The Day After: Looking At How Well Knol Pages Rank On Google

Danny Sullivan on
  • Categories: Channel: SEO
  • We’ve been
    assured
    that just because content sits on Google’s Knol site, it won’t
    gain any ranking authority from being part of the Knol domain. OK, so a day
    after Knol has launched, how’s that holding up? I found 1/3 of the pages
    listed on the Knol home page that I tested ranked in the top results. I came
    away feeling that being on Knol does indeed give pages an advantage they
    might not get if they’d been hosted on some other brand new web site.

    I was surprised to see a

    post covering
    Knol’s
    how to ackpack was already hitting the number three spot on Google.
    Really? I mean, how many links could this page have gotten already? As it
    turns out, quite a few. And more important, it’s featured on the Knol home
    page, which itself is probably one of the most important links. While Knol
    uses nofollow on individual knols to prevent link credit from flowing out,
    it’s not used on the home page — so home page credit can flow to individual
    knols featured on it.

    Right now, the Knol home page shows no PageRank score at all. It’s a
    brand new site, after all. But just because there’s no visible PageRank,
    behind the scenes, Google is constantly calculating PageRank values (see
    What Is Google
    PageRank? A Guide For Searchers & Webmasters
    for more on this). So being
    on the Knol home page is almost certainly giving some of these pages
    important link credit.

    To test things more, I picked out 30 different knols listed on the Knol
    home page, to see if they ranked in the top 30 results for the words they’re
    titled for. Here are the results, with pages listed in order of how well
    they ranked:


    1. Facial cosmetic enhancementt
      : 1

    2. How to backpack
      : 3 (backpacking: 19; backpack: 0)

    3. Toilet clogs
      : 3

    4. Vomiting in infants and children
      : 3 (“vomiting in infants” ranks 13)

    5. Decreased hearing
      : 5

    6. Type 1 diabetes
      : 6

    7. First Ironman triathlon
      : 6

    8. Orchid basics
      : 7

    9. Implantable cardioverter-defibrillators
      (ICDs)
      : 10 (lose the [ICDs] part, it drops to 17)

    10. Pneumothorax or "collapsed lung"
      : 10

    11. Pediatric sports injuries
      : 13

    12. Tooth pain
      : 15

    13. Adrenal insufficiency
      : 0

    14. AIDS
      : 0

    15. Autism
      : 0

    16. Barrett’s Esophagus
      : 0

    17. Cataracts
      : 0

    18. Chronic Obstructive Pulmonary Disease (COPD)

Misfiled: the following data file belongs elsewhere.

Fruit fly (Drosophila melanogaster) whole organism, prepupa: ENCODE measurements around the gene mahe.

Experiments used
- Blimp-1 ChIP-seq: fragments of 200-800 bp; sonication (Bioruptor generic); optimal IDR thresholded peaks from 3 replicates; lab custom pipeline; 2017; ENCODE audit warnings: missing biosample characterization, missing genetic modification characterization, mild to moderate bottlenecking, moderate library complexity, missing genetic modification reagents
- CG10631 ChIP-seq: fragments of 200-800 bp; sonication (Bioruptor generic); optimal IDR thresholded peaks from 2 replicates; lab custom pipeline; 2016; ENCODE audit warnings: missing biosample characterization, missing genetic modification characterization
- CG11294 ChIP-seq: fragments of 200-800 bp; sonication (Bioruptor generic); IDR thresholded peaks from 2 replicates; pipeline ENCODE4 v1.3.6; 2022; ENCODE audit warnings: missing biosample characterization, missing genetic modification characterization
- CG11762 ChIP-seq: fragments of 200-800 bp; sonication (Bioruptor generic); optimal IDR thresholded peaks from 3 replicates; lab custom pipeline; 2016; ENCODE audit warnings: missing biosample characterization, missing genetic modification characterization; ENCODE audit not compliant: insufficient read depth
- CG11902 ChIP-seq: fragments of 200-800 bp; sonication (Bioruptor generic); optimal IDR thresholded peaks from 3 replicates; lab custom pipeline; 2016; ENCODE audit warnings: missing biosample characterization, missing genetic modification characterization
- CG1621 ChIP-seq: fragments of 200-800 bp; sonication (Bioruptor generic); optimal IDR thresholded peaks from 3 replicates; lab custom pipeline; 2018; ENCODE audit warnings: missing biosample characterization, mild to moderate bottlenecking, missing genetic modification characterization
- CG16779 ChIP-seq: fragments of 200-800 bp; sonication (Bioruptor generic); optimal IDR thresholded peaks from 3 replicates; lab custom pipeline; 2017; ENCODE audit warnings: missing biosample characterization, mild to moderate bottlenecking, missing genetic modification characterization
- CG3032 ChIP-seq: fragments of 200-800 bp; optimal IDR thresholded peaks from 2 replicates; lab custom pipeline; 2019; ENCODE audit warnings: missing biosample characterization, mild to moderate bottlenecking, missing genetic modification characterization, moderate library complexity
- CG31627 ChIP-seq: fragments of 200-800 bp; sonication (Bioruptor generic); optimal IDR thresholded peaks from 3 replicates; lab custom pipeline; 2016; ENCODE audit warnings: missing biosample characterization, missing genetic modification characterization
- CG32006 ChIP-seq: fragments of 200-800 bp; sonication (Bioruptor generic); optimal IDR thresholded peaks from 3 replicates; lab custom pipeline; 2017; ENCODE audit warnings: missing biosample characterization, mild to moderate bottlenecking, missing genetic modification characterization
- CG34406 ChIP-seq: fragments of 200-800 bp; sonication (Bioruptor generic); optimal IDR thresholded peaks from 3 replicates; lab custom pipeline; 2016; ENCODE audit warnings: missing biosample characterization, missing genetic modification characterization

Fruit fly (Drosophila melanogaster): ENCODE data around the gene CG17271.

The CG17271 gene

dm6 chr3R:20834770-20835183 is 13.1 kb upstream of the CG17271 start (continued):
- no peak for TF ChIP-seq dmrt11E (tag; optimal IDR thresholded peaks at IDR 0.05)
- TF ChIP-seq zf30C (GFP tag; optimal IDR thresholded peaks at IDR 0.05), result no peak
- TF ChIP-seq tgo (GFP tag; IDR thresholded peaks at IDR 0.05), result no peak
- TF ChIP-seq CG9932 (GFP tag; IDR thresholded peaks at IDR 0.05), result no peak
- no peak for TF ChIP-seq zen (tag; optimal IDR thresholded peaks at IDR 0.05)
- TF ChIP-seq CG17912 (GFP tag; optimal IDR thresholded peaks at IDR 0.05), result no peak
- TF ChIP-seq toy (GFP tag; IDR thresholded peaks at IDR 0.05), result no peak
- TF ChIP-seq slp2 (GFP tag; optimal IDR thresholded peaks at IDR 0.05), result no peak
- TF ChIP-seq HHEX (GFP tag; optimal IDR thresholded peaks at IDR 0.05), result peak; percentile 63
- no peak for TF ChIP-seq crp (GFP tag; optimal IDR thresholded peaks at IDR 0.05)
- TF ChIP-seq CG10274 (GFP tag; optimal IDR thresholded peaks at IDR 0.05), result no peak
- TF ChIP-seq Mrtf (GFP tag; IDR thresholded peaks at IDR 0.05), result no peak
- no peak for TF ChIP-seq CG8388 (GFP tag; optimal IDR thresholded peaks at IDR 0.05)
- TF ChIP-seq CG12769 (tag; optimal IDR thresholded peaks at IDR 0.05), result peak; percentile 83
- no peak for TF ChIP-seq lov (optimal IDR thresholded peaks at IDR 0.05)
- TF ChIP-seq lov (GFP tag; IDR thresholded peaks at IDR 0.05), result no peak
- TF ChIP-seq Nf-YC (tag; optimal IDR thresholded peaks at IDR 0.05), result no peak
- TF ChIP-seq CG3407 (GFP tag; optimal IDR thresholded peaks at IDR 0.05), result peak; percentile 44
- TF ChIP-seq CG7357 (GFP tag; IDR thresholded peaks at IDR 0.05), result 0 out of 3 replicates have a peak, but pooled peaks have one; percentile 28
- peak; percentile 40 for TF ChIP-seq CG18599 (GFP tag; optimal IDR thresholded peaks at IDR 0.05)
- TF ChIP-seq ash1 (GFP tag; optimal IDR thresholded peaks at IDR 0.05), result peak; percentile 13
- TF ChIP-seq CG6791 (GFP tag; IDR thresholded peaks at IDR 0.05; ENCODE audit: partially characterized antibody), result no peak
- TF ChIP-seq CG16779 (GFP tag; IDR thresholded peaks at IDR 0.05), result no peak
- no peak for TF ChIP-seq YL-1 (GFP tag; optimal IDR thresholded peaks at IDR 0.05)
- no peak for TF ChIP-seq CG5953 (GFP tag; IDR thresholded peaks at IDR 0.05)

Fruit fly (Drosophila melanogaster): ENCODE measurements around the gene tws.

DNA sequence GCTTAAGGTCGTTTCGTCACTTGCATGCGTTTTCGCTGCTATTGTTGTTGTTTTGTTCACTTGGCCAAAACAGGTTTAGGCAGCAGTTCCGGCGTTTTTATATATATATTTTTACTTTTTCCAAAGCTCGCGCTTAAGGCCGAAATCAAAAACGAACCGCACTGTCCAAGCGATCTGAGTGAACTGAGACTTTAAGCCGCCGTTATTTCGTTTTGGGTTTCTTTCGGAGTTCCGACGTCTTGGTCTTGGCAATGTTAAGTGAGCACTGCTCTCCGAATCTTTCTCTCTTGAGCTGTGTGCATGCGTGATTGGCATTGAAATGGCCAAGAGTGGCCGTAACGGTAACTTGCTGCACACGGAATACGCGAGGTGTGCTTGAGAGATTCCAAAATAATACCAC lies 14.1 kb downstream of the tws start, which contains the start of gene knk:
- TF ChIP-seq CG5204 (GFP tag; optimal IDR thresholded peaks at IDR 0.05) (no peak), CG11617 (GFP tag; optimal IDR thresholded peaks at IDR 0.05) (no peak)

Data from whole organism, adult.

: 0

    19. Crohn’s Disease
      : 0

    20. Devil May Cry 4
      : 0

    21. Echocardiography
      : 0

    22. High cholesterol
      : 0

    23. History of the Spanish language
      : 0

    24. Infective endocarditis
      : 0

    25. Lung cancer
      : 0

    26. Menopause -what is it?
      : 0

    27. Patient safety
      : 0

    28. Seasonal allergies
      : 0

    29. Shoulder urgery
      : 0

    30. Teething
      : 0

    OK, so 10 of the 30 — 33% of what I looked at — hit the top ten or
    first page of results. You can spin that both ways. It’s proof that being in
    Knol is NOT an automatic ride to the top of the search results. But then
    again, knowing that 33% of your stuff will rank within a day is a pretty
    good track record.

    There are lots and lots of caveats to consider. For one, doing a backlink
    lookup in Google is pretty useless, since Google
    deliberately
    underreports
    the links it knows about. For example, that "how o
    backpack" page comes back with

    no reported backlinks
    . Yet if I do this query —

    how to backpack knol
    — I come across at least two pages that link to
    the backpacking page. And over on Google Blogsearch, you can get

    better reporting
    to see 78 backlinks to it.

    So backlinks directly to some of the top ranking pages might be helping
    more than can be easily seen (and Google, this is one reason why you ought
    to report backlinks fully for any site, to help us when we want to debunk
    stuff). But then again, here’s a test knol I made yesterday —

    Firefox plugins for SEO & SEM
    — which ranks 28 for

    firefox plugins for seo
    . I never linked to it from my article about
    knol. I don’t think it made the Knol home page. I can see

    only three links pointing at it
    , and only one of those links uses anchor
    text relevant to what the page is ranking for. And it’s in the top 30
    results?

    Look, I know that being ranked 28 is pretty much near invisible in terms
    of traffic you’ll get from search engines. But then again, to go from
    nowhere to the 28th top page in Google out of 755,000 matches? I’m sorry —
    don’t tell me that being in Knol doesn’t give your page some authority. Yes,
    I understand that individual backlinks will likely make the difference in
    how high you rank for a particular term. But the bottom line is that Knol
    feels like a trusted domain to Google, and content hosted on trusted domains
    will do better, in my opinion.


    About The Author

    Danny Sullivan
    Danny Sullivan was a journalist and analyst who covered the digital and search marketing space from 1996 through 2017. He was also a cofounder of Third Door Media, which publishes Search Engine Land, Marketing Land, MarTech Today and produces the SMX: Search Marketing Expo and MarTech events. He retired from journalism and Third Door Media in June 2017. You can learn more about him on his personal site & blog He can also be found on Facebook and Twitter.